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  • They Both Die at the End – General Review
    Summer break is the perfect opportunity to get back into reading. Adam Silvera’s (2017) novel, They Both Die at the End, can serve as a stepping stone into the realm of reading. The pace is fast, action-packed, and develops loveable characters. Also, Silvera switches point of view each chapter where narration mainly focuses on the protagonists, […]
  • My Favorite Book – Freshwater
    If there’s one book that I believe everyone should read once in their life, it’s my favorite book – Freshwater by Akwaeke Emezi. From my course, Queer Literature under Dr. Bill Albertini, I discovered Emezi’s Freshwater (2018). Once more, my course, Creative Writing Thesis Workshop under Professor Amorak Huey, was instructed to present our favorite […]

St. Joseph’s University affirms offer to Santorum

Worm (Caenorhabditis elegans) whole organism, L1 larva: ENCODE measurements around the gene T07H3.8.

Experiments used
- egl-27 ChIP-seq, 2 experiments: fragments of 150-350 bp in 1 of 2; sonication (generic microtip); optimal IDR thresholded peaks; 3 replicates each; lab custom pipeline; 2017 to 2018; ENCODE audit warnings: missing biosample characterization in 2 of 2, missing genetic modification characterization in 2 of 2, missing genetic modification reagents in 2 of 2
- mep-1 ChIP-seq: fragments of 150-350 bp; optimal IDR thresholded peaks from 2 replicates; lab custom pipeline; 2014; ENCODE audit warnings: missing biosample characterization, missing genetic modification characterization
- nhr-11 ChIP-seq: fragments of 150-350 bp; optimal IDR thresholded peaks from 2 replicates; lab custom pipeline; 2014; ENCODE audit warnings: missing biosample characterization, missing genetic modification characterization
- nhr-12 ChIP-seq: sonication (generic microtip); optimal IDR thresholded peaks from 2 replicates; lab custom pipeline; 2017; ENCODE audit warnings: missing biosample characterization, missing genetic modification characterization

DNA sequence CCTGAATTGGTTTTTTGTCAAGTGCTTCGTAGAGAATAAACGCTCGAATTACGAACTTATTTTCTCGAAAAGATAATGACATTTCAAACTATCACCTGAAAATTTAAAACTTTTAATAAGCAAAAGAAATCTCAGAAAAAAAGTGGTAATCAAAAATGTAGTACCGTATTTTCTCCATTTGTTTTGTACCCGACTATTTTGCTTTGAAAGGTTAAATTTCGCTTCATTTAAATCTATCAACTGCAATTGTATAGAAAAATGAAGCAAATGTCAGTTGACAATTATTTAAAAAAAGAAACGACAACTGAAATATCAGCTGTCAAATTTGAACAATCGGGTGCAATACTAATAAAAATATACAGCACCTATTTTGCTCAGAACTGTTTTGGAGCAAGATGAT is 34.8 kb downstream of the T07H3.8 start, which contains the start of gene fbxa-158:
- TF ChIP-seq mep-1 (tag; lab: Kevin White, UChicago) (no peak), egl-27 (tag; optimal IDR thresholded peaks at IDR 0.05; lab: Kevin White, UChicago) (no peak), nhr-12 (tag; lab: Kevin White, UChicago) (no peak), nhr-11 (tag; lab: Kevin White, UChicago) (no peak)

By James M. O’Neill Knight Ridder Newspapers (KRT) LOWER MERION, Pa. _ St. Joseph’s University trustees Friday reaffirmed an invitation to embattled Sen. Rick Santorum to speak at commencement next month, despite opposition from faculty and a rare campus protest by students. About 125 students, along with several priests and faculty, protested silently on campus Friday, holding signs that said “Not @ my graduation” and “Senator Santorum does not represent the best in us,” as the trustees’ executive committee discussed the invitation issued back in January and an honorary degree the school plans to bestow on the senator. Santorum, the third-ranking Republican in the Senate, engendered controversy last week when he equated gay sex with polygamy, incest and adultery and called homosexuality “antithetical to a healthy, stable, traditional family.” Santorum is Catholic, and his controversial comments seemed to follow Catholic teaching. The church teaches that gays should be treated with respect, but that homosexual acts are “intrinsically disordered” and morally wrong. In his controversial remarks, Santorum said, “I have no problem with homosexuality. I have a problem with homosexual acts.” Still, the protesters at St. Joseph’s, a Catholic institution, said Santorum’s comments offended. “He does not seem to represent the values of our university,” said junior Kera Walter. Many students at the Jesuit university said class discussion is routinely woven with lessons about the importance of social justice and of making the campus welcoming to all people, no matter their ethnicity or sexual orientation. They said Santorum’s comments did not reflect that call to openness. Senior Guy Palumbo said that while a college campus is meant to foster an open exchange of conflicting viewpoints, commencement is different. “Having an extremist from the left or the right speak and politicize commencement is inappropriate,” he said. The Rev. H. Cornell Bradley, a Jesuit and campus minister, stood in solidarity with the students. “Graduation is a celebration for the students, and to have a controversial speaker interferes with that,” he said. “The attention would be taken away from the students’ achievement.” St. Joseph’s spokesman Joseph Lunardi emerged from the trustees’ two-hour meeting, acknowledging the controversy but saying the trustees chose not to rescind Santorum’s invitation. Lunardi said the trustees thought they should remain consistent with the school’s commitment to openness. “We’re trying to send a message that all views are welcome here, regardless of their popularity,” Lunardi said. “This many not be a popular path, but if we stand for tolerance, we can’t be intolerant of anyone, and we hope all involved will keep that in mind.” The trustees also suggested in a statement that an academic forum, rather than commencement, is the more appropriate setting for public-policy debate. Santorum spokeswoman Erica Clayton Wright said that Santorum was on a “private schedule” for the weekend, and that she could not comment on the St. Joseph’s decision. Top administrators at St. Joseph’s generated a list of possible graduation speakers earlier this year, and a director of student life then polled some students about the list. An Irish tenor outpolled Santorum, but when the singer was unavailable for the May 18 graduation, the invitation was offered to the senator. Santorum’s invitation generated opposition even before his comments about gays. Earlier this semester, some faculty expressed their displeasure, arguing that Santorum’s support for capital punishment and for the Iraq war clashed with Catholic teaching and Pope John Paul II’s statements on both issues. Commencement speakers frequently become lightning rods for protest. In 1999, Pulitzer Prize-winning columnist Anna Quindlen withdrew as commencement speaker at Villanova University because of objections to her support of abortion rights. Quindlen said she did not want to “ruin the day or cast a shadow” on the graduation ceremony. This spring, Holy Cross College in Massachusetts is under fire from some key alumni and benefactors for its decision to grant an honorary degree to Philadelphia native and television commentator Chris Matthews because of Matthews’ support for abortion rights, which counters Catholic teaching. ___ Knight Ridder staff writer Mark Schogol contributed to this article. ___ ‘copy 2003, The Philadelphia Inquirer. Visit Philadelphia Online, the Inquirer’s World Wide Web site, at http://www.philly.com/ Distributed by Knight Ridder/Tribune Information Services.

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